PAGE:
Is a sleep training consultant a necessity?
Yes and No. For me a sleep training consultant was an absolute necessity for 2 main reasons: 1. I had absolutely no knowledge of sleep training and didn’t even have a clue as to where to start and 2. I knew that I would never be able to do this on my own. My sleep training consultant carried me through the process – she listened as I cried, she motivated me and made sure that I see the light at the end of the tunnel, she helped me find the correct method for us and provided me with the knowledge and guidance I needed to push through. Sleep training consultants do more than just providing you with a solution – they walk with you and carry you through. They make sure you understand the problem, help you find a solution, teach you how to implement the solution, encourage you throughout the implementation, help you see the results or adjust the solution if it’s not working and provide you with crucial knowledge to solve problems that might pop up later on. So personally, I would say if you can afford a sleep training consultant to definitely use one, but if you cannot that’s okay too – the internet can provide you with all of the information you need. Just make sure that you do not walk this journey alone – find someone you can talk to that will encourage you and even help out some nights, whether it’s your husband, mother or even just a friend.
How can I encourage better sleeping habits from the start?
You can completely avoid sleep training if you get your baby into good sleeping habits from the very start. Remember sleep training is needed when a baby or toddler struggles to fall asleep by him/herself and has developed bad sleeping habits or depend on props/crutches to fall asleep. You can encourage healthy sleeping habits from the start by doing the following:
- Have a pre-naptime, night time routine and regular sleep schedule
Always remember that babies and even kids thrive on routine, structure and predictability. A pre-naptime routine can be as simple as a nappy change, taking baby to his/her room, closing the curtains and singing a song before laying baby down. Your night time routine can be something simple like feeding, bath, bedtime story, bedtime or you can include things like a baby massage after your babies bath, and singing to your baby before bedtime, but its important to be consistent. Follow the same routine every night before bedtime.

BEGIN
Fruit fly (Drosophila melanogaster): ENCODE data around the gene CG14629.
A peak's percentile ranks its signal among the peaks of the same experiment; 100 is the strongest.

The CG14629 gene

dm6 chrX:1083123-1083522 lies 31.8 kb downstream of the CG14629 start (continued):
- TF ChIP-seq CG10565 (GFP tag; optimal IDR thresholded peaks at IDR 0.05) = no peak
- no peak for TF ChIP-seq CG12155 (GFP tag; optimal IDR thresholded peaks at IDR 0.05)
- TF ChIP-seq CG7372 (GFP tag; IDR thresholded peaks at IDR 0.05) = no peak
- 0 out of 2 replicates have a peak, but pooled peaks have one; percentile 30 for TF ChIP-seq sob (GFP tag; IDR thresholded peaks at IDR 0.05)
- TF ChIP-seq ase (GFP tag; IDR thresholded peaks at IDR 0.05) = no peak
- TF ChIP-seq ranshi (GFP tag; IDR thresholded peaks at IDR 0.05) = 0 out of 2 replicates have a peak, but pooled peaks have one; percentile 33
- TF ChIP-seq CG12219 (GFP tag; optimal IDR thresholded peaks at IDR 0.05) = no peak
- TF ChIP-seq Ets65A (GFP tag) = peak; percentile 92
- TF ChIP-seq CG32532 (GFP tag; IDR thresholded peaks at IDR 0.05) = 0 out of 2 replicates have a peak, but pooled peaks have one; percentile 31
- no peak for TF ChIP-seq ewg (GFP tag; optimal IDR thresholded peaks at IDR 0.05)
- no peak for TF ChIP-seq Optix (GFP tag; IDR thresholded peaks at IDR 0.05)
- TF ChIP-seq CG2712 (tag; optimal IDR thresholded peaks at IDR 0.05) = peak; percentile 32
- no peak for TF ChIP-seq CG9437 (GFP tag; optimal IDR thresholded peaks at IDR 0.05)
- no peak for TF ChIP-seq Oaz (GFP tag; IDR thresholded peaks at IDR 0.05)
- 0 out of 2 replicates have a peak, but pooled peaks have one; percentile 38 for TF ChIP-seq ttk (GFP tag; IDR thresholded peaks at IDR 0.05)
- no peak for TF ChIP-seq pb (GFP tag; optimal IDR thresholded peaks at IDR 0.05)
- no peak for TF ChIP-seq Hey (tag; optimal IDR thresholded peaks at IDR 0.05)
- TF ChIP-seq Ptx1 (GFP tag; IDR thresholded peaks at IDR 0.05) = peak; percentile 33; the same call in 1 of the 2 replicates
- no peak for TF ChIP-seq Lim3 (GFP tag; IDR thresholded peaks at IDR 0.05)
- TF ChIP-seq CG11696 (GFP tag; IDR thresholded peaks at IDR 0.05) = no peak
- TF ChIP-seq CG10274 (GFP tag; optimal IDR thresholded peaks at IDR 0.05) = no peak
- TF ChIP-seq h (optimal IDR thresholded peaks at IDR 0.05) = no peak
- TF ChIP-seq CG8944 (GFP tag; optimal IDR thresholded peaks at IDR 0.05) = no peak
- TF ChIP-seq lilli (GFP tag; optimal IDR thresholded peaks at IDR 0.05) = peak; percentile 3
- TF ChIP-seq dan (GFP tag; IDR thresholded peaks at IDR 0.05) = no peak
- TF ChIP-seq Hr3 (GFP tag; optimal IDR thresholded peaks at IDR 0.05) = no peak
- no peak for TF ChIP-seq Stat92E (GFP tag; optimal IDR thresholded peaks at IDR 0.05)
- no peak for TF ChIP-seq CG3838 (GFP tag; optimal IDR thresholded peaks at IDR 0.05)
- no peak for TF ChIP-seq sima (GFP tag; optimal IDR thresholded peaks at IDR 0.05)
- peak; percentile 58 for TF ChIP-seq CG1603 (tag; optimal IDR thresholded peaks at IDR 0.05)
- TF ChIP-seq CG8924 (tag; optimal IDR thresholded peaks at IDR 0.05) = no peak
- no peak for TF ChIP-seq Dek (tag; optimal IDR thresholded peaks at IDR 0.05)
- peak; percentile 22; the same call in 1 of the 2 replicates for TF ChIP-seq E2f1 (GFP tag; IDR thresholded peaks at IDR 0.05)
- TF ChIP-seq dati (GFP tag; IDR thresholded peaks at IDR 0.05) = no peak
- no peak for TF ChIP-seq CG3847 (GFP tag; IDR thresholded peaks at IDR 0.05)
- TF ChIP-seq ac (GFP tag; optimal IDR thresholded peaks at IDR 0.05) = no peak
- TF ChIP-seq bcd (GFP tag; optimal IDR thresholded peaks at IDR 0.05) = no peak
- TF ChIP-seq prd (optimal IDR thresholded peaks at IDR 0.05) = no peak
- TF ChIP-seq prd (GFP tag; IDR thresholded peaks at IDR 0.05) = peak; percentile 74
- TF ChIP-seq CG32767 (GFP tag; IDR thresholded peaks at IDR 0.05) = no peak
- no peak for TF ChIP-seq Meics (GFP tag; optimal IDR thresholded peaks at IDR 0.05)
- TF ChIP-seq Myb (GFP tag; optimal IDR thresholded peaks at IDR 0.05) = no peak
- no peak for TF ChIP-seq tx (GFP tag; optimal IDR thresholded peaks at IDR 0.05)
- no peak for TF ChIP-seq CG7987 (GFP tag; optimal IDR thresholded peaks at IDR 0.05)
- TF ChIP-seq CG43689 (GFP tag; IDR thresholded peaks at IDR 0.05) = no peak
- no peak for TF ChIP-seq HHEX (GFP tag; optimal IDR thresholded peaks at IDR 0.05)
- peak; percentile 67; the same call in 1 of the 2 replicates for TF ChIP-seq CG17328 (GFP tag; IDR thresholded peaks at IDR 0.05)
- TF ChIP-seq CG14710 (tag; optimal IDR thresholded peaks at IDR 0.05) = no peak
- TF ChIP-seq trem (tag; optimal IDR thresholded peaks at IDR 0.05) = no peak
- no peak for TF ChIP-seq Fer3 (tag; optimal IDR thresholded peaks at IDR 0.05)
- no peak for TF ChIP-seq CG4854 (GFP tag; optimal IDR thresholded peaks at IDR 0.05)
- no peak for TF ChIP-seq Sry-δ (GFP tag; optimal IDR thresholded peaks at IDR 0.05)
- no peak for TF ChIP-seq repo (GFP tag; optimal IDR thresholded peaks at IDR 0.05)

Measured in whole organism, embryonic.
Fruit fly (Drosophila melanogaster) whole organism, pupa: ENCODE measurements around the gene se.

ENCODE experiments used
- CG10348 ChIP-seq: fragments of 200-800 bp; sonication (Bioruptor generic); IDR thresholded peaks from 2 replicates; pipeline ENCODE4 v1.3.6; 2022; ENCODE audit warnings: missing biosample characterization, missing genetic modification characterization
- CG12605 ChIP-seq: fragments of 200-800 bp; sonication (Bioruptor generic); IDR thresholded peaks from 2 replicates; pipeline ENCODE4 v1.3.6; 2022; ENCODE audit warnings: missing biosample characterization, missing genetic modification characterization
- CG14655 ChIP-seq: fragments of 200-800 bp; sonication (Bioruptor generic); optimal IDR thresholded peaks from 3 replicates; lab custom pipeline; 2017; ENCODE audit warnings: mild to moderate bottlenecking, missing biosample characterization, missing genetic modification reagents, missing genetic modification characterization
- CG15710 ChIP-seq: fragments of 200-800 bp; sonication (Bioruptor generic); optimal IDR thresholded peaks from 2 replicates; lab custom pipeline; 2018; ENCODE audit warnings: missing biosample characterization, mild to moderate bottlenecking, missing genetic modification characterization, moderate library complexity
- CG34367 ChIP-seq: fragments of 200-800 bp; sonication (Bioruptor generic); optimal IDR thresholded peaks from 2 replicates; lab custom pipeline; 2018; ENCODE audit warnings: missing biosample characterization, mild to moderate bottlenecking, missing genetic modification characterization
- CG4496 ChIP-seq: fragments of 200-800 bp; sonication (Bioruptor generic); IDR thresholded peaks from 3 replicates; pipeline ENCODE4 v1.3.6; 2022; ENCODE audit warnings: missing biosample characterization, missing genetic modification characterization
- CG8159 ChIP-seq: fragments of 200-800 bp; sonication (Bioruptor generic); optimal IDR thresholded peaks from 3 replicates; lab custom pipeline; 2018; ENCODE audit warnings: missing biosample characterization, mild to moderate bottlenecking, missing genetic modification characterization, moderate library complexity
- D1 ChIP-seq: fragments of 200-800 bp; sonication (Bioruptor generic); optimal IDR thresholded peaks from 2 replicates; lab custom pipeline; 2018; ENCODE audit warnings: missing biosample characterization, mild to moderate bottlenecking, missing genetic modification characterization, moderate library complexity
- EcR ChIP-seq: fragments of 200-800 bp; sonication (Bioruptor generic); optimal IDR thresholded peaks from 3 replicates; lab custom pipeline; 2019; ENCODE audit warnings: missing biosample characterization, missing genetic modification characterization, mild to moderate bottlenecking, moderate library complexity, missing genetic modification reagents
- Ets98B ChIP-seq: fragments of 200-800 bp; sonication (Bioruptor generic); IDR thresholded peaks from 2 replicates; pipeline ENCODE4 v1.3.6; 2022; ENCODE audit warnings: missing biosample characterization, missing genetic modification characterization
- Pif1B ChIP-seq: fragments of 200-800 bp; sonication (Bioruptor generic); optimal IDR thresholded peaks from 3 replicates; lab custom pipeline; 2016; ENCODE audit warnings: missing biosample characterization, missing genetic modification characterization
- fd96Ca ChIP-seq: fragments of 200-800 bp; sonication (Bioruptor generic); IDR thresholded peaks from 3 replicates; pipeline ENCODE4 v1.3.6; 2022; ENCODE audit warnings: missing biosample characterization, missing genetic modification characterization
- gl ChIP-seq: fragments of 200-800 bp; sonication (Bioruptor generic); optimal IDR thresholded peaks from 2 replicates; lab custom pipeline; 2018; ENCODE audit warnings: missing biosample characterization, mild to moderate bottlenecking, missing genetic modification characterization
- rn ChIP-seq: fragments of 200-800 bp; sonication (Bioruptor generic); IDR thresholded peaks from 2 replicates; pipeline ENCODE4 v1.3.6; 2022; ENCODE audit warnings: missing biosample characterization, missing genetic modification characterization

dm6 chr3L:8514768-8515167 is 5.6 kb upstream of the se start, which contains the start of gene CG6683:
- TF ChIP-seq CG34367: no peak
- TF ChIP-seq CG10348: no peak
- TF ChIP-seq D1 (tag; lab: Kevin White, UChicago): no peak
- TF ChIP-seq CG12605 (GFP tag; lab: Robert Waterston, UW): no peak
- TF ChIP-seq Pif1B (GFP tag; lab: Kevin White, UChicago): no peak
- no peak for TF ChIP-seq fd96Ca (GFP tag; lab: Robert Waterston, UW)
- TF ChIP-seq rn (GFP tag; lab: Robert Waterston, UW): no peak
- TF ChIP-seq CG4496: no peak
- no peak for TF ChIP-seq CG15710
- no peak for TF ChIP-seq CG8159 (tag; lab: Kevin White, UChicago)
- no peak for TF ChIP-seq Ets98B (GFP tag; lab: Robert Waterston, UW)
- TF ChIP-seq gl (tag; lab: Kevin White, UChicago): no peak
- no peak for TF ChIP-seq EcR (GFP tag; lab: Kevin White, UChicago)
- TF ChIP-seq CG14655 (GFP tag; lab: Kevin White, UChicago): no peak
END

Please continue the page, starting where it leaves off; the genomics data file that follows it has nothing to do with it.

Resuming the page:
- Place your baby in his/her crib sleepy but awake.
Make sure your baby is sleepy but awake before putting him/her down for naptime or bedtime as this will encourage your baby to fall asleep on his/her own, and try to avoid rocking, pushing baby in a pram or taking a drive in the car in order to get baby to sleep as all of these could potentially become “crutches”.
- Do not place your baby into his/her crib with a bottle or sippy cup
Sleeping with milk or juice in the mouth is a choking hazard and can lead to tooth decays and cavities.
- Try to let baby sleep in his or her own bed or crib from the get-go
It is okay to roomshare but bedsharing could create bad habits that will be difficult to break later on.
- Encourage naps
Naps are very important for a baby and you will find that the better rested your baby is the better he will sleep at night. Overstimulated or overtired babies find it more difficult to fall asleep and may be much more restless throughout the night. Try to limit naps to 3 hours max and don’t let your baby nap after 4 in the afternoon or he might not be tired enough for bedtime.